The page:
Most economists (who should know better) confuse the government’s budget deficit with total government debt.
The distinction really is important.
Mixing them up is a little like confusing stocks and flows. Or confusing your outstanding mortgage – say £200,000 – with your monthly debt repayments. They are quite different things, and if you were to lose your job, the flows (paid with your salary) come to a halt, and then it’s the stock – the £200,000 – that really matters.
Furthermore it is quite possible to increase your mortgage – and lower your monthly payments. Many did this in the boom years of mortgage re-financing. Or even to decrease your mortgage and increase your monthly payments.
So, just as the movements in regular mortgage payments tell us little about the outstanding stock of debt, so government deficits tell us little about the stock of debt invested and the stock of debt outstanding.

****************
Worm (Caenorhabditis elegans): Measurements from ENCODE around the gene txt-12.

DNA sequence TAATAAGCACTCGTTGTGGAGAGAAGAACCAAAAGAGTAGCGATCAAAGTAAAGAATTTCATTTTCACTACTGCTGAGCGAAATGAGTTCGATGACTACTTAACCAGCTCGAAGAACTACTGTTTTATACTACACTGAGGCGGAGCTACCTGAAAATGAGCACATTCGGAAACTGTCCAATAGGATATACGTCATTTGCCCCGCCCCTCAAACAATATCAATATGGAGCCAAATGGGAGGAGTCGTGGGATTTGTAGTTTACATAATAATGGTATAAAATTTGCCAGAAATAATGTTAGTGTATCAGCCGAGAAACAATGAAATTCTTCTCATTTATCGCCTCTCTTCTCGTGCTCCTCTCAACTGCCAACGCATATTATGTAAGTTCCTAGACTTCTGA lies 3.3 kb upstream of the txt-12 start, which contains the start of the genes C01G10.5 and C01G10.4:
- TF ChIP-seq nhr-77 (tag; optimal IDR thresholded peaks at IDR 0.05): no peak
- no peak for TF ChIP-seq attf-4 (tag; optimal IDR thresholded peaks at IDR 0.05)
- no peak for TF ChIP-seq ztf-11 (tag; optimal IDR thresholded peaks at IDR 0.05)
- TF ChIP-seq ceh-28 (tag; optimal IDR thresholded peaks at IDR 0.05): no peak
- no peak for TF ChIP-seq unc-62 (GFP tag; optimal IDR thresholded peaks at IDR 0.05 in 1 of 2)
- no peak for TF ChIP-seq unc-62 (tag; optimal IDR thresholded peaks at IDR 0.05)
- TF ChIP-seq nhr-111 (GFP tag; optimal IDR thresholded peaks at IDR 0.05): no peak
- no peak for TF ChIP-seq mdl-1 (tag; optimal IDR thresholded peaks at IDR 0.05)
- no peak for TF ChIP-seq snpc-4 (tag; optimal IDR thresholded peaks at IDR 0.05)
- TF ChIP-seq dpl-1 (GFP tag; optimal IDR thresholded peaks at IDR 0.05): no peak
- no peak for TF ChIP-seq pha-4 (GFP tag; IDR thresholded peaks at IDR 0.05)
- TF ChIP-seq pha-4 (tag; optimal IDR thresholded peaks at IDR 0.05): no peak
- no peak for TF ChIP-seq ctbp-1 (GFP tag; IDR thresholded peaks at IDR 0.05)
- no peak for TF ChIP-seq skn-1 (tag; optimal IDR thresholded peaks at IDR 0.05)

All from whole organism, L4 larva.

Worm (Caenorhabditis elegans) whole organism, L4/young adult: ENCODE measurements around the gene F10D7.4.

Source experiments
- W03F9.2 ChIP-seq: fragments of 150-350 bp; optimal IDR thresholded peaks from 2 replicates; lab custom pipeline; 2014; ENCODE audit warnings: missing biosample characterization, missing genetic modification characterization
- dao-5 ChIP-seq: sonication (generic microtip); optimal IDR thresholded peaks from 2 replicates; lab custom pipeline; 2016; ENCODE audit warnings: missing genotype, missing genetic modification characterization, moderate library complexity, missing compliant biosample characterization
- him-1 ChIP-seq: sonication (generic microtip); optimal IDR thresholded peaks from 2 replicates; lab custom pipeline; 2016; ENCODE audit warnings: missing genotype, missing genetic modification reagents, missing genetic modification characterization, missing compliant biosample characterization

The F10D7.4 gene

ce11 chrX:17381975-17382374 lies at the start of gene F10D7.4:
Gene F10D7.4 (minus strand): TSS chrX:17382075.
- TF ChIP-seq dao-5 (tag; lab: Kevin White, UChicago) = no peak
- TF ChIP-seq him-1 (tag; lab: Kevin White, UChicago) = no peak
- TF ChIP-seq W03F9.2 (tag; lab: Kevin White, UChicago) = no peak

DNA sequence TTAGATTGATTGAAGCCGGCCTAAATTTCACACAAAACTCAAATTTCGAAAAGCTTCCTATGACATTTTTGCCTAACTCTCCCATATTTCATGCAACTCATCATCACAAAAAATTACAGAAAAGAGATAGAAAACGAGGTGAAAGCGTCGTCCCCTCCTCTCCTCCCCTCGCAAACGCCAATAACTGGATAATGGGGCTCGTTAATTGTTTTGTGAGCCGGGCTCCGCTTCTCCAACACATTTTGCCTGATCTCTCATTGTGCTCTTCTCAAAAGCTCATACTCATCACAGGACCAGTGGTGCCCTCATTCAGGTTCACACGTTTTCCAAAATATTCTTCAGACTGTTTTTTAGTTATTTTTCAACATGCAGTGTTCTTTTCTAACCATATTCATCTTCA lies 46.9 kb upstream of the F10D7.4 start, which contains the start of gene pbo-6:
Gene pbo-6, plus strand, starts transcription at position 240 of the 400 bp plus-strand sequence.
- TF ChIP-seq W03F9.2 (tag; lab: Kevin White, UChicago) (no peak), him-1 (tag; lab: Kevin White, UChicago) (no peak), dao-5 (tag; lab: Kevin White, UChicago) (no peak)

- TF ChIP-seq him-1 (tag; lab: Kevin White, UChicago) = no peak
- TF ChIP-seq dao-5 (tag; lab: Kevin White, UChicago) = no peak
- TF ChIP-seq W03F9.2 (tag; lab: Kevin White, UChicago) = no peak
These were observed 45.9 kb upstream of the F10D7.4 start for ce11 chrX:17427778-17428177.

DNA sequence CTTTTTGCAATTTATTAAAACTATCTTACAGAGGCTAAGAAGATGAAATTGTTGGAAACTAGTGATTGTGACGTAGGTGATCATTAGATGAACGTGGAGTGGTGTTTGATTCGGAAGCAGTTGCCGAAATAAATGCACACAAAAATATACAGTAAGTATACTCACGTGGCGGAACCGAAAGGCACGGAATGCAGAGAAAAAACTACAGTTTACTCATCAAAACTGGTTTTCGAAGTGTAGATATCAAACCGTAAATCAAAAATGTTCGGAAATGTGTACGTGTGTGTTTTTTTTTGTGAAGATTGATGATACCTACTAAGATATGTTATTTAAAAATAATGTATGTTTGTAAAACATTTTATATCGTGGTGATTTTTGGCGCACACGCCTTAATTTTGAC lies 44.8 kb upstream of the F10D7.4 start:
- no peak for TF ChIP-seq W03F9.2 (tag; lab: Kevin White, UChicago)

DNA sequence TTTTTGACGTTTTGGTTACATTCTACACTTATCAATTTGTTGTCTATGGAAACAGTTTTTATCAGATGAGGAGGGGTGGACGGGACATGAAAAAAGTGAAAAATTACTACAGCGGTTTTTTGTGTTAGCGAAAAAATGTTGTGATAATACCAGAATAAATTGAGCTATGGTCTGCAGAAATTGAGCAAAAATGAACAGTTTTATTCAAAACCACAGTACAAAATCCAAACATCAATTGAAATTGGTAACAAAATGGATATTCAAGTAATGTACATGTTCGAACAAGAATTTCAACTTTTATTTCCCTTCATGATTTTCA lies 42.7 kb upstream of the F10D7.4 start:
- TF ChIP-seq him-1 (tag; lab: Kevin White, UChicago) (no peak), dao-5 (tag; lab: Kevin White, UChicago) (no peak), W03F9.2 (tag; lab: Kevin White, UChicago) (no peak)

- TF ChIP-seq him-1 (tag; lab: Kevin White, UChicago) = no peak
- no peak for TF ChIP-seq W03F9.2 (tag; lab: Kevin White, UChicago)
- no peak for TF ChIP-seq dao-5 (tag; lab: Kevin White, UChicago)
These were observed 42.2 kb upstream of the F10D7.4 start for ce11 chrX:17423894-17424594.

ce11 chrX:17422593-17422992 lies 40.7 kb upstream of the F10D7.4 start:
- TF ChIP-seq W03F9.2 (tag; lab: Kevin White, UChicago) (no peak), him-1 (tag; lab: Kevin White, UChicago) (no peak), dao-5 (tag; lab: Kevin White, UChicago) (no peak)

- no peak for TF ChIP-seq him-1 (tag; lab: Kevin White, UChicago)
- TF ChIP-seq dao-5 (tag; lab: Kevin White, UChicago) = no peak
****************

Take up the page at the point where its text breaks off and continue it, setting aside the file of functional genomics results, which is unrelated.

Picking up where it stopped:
The key point is this: the annual budget deficit is not a measure of the scale of government spending. Instead it is a measure of the outcome of that spending. And that spending may not be evidence in itself of fiscal stimulus.
The annual deficit could rise because the government cuts public investment – and thereby increases spending on unemployment benefit payments and lost tax revenues from those made unemployed by the cuts.
In other words, it could just be evidence of the rise in automatic transfer payments – like increased unemployment benefits, combined with a fall in government revenues from taxes.
And if GDP is declining, then of course the government deficit rises as a share of that.
The right focus therefore is not on the deficit, but on government final consumption or total government investment.
But most economists don’t.
Instead they home in on the deficit.
It’s not clear why. Anyway, this gives me a chance to reproduce once again the chart of the British government’s stock of debt since the 1850s – a chart which shows how low the government’s current debt stock is relative to earlier periods of crisis.
(for more on the public sector debt, see my post of 28 October, 2009 here